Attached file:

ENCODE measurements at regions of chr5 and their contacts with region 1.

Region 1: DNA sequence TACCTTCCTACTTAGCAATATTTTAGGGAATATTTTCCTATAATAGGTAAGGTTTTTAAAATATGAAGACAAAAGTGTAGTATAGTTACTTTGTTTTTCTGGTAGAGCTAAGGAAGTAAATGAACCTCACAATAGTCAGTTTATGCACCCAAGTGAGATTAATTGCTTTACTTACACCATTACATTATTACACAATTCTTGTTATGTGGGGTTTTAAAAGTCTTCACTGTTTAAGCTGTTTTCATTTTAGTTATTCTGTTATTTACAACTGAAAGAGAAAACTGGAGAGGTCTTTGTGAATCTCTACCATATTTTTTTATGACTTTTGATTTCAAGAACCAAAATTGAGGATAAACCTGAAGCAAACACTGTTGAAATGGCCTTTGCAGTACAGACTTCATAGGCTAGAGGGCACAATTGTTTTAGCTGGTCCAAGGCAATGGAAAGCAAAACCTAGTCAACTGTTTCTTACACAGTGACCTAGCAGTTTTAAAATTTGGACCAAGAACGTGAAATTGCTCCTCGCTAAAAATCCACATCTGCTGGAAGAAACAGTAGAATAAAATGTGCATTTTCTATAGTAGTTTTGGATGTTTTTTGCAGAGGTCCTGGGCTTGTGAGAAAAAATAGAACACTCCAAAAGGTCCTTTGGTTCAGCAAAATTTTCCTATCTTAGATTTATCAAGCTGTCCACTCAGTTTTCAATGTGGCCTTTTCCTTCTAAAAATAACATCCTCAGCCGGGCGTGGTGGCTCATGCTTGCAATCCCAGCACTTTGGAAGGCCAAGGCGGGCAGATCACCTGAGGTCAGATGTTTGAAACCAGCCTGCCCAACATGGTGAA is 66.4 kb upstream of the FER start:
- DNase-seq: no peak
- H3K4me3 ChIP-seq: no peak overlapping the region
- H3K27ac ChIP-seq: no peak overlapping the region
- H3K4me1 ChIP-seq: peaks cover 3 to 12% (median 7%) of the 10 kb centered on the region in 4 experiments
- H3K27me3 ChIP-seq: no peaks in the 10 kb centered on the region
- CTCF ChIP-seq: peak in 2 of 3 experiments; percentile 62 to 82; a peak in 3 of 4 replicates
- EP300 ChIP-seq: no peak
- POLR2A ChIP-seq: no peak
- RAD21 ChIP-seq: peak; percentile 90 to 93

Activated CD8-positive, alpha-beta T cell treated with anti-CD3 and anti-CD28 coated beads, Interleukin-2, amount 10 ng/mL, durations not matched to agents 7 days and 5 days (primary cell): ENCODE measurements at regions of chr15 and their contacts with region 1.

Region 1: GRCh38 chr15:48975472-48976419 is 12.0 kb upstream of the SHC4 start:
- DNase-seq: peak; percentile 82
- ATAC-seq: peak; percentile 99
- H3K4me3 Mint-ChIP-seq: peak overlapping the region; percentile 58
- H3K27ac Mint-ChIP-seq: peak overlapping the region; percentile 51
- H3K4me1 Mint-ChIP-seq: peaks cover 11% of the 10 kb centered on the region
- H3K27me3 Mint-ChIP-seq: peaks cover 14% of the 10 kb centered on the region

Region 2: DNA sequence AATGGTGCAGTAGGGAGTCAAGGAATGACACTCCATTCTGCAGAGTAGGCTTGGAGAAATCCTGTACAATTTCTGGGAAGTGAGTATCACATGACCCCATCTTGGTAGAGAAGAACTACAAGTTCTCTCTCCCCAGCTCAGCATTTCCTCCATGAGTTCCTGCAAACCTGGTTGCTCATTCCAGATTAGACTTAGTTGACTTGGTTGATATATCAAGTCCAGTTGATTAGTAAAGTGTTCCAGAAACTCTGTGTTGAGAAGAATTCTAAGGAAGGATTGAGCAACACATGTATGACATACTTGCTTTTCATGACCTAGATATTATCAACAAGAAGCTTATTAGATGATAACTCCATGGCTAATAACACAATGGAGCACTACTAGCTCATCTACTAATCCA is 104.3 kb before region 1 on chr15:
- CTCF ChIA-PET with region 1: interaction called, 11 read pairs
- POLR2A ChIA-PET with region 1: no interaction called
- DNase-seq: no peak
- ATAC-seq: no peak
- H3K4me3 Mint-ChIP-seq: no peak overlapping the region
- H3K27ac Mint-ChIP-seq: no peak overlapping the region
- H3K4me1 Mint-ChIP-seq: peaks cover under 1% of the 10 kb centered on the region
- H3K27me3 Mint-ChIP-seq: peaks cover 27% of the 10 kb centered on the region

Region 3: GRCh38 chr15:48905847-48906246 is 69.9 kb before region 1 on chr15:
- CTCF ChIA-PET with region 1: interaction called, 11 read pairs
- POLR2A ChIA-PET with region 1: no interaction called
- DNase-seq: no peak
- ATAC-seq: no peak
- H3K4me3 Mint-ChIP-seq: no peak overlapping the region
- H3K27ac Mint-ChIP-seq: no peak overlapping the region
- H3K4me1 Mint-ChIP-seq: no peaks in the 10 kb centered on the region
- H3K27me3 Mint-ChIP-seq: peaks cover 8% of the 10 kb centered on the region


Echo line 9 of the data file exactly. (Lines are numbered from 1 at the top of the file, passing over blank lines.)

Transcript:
- EP300 ChIP-seq: no peak